12 August 2020
Only a few decades ago, encountering a bandicoot or quoll around your campsite in the evening was a common and delightful experience across the Top End. Now sadly rare and the cause of the widespread mammal declines has long been unknown.
Finally, a major study across 300 sites in the Top End by the Northern Territory Government has revealed causes and points to solutions. The most important driver of the loss is habitat degradation by feral livestock (buffaloes, horses, cattle and donkeys) and too hot, extensive and frequent fire.
By degrading habitat (eg less dense grasses and shrubs) feral livestock and too much fire remove important food and shelter for native animals and make them more vulnerable to cats and dingoes. It’s crucial we start managing habitat better, before we lose more of our precious mammal species.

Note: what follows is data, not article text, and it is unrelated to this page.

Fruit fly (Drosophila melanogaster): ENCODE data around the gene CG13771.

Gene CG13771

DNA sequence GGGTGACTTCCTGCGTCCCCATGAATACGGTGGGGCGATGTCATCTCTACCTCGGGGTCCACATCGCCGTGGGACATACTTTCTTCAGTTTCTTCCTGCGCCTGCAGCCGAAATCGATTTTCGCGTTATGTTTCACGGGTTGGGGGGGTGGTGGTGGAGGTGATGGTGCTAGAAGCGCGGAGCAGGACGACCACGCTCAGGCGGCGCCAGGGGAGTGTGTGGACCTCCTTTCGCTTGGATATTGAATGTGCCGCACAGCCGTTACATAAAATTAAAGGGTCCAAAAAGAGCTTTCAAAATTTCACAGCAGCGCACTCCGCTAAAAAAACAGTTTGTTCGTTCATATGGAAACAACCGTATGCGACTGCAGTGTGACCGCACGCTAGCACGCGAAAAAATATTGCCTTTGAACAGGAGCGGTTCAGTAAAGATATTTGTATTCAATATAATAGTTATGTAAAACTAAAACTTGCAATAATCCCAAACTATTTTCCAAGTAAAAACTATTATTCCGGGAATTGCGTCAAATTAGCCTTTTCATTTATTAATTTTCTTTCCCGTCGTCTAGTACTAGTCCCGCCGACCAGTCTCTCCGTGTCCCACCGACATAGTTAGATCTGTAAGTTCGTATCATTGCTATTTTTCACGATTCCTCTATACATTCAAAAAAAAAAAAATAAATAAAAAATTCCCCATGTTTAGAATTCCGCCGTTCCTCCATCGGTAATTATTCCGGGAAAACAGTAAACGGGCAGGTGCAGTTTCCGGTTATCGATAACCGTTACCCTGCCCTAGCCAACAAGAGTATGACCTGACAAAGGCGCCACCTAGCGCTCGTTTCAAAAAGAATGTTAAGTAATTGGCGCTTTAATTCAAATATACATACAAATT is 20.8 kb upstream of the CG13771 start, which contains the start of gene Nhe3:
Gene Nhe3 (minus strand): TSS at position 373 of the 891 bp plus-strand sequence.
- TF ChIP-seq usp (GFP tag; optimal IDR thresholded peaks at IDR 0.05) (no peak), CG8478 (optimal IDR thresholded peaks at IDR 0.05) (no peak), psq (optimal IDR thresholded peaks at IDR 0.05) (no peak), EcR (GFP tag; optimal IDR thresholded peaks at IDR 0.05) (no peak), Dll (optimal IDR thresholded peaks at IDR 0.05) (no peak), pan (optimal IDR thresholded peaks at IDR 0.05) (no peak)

The research was supported by the Australian Government’s National Environmental Science Program and Charles Darwin University.
16-year collaboration wins two Territory Natural Resource Management Awards We’re honoured to have won not one but TWO Territory NRM […]
Ants and other animals key to tracking rehabilitation Studying ants and other animals is helping scientists in Australia’s north to […]
Researchers from CSIRO, Charles Darwin University and The University of Western Australia have developed a machine-learning approach that reliably detects […]
Our Northern Hub Newsletter highlights what's going on in our research projects across northern Australia. It includes latest findings, what's coming up and what this all means for sustainable development and land and water management in the region.
Want to know more about Hub activities and the development of northern Australia? Stay informed of activities, research, publications, events and more through the Hub Newsletter.